On 12 October, natural gas prices in Europe shot up to their highest since March as traders worried that the new Mideast war will sharpen global demand for fossil fuels. Also, Finland speculated that a leaking pipeline between it and Estonia had been sabotaged.
At one point during the day, the price was up 14.2 percent to €53 per megawatt-hour before easing. The price has risen 30 percent since Hamas attacked Israel but remains well below the €300 high in August 2022.
Europe has topped its gas storage reserves for this winter. However, continued high prices could hurt businesses and households if they sustain after the winter reserves are depleted.
Also, workers at Australia’s liquefied natural (LNG) gas export terminals are threatening to strike.
“Gas prices have risen due to…risks to supply,” Capital Economics commodities analyst Edward Gardner wrote in a 12 October note. “Perhaps the bigger concern is that the Hamas-Israel conflict could morph into a regional conflict.”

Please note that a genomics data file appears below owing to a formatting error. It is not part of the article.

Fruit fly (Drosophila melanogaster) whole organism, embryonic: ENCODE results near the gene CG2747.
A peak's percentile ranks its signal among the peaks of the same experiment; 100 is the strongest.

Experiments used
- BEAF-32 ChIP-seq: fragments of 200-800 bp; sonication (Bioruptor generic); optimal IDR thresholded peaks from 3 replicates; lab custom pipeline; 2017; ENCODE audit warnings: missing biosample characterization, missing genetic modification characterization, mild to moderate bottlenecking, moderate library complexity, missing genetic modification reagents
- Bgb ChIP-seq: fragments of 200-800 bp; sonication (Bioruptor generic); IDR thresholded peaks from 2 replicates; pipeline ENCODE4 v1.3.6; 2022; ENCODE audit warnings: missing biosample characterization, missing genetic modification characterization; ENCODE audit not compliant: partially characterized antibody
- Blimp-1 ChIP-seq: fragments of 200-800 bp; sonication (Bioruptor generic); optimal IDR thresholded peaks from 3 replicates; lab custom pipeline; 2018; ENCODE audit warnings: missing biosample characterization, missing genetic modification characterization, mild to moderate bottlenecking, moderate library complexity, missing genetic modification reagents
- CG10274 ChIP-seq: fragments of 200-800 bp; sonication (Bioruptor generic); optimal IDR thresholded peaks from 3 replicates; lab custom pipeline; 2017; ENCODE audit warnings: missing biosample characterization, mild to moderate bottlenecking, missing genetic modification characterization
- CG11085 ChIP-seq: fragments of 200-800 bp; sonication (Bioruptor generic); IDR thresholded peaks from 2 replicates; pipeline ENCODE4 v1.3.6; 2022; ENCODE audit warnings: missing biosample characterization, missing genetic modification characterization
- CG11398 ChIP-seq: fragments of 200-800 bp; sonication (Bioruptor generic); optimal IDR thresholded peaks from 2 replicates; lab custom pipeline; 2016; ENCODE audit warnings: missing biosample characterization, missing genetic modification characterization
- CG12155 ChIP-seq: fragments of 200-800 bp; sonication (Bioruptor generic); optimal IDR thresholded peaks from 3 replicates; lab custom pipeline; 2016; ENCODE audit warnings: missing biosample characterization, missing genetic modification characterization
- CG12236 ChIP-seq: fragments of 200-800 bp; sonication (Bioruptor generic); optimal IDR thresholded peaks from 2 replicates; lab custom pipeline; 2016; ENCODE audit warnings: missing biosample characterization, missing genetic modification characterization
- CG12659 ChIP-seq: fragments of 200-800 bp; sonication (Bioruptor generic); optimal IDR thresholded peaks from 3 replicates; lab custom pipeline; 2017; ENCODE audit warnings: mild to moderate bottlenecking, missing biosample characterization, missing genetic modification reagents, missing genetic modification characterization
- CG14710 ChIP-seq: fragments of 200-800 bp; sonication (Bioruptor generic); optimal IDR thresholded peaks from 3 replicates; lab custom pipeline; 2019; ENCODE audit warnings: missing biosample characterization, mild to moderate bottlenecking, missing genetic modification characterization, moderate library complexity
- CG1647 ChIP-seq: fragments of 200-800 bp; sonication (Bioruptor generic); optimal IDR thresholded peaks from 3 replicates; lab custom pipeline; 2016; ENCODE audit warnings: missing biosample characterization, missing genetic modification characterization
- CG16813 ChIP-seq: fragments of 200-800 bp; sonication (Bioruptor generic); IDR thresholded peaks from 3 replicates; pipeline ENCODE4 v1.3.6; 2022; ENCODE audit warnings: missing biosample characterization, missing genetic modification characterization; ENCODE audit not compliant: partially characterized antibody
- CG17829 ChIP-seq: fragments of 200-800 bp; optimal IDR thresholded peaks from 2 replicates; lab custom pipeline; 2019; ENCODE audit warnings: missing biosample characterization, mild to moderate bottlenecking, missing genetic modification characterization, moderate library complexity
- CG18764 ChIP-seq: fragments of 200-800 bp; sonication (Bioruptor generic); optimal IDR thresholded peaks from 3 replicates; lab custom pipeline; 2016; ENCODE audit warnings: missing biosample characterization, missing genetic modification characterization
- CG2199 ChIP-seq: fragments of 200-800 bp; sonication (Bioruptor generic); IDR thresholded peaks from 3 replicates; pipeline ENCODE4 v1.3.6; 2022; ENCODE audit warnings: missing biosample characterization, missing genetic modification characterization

On 11 October, Israel ordered Chevron to shut down its Tamar offshore natural gas production platform closest to Gaza due to security risks. Tamar makes up half of Israel’s gas production. The country exports significant amounts of gas to Europe as liquefied natural gas.
TRENDPOST: Low oil and gas prices over the summer bought Europe time to top up its winter gas reserves at affordable prices.
Thanks to El Niño, winter temperatures across Europe currently are predicted to be slightly above normal. If that forecast holds, Europe could sail through the winter with no gas crisis. Meanwhile, Australia’s labor strife could resolve itself and the Mideast war might be contained.
However, short-term fixes and counting on good weather are not long-term solutions.
After a brutal summer heatwave and widespread wildfires in southern Europe, countries are backtracking on their timetable to “go green” by 2050, a plan that includes significant cuts to fossil fuels by 2030.
It is unlikely that Europe will ever again become dependent on Russia’s supplies of natural gas. However, the world’s supply of pipelined gas or LNG has not yet caught up to Europe’s normal level of demand.
The stage is set for Europe to remain on the precipice of an energy crisis that depends on war and weather.
Again, there are two wild cards that, if played, will make a very bad situation much worse: Ukraine War and Israel. Should one and/or both of them dramatically ramp up, energy prices will rapidly spike and economies and equities will significantly decline.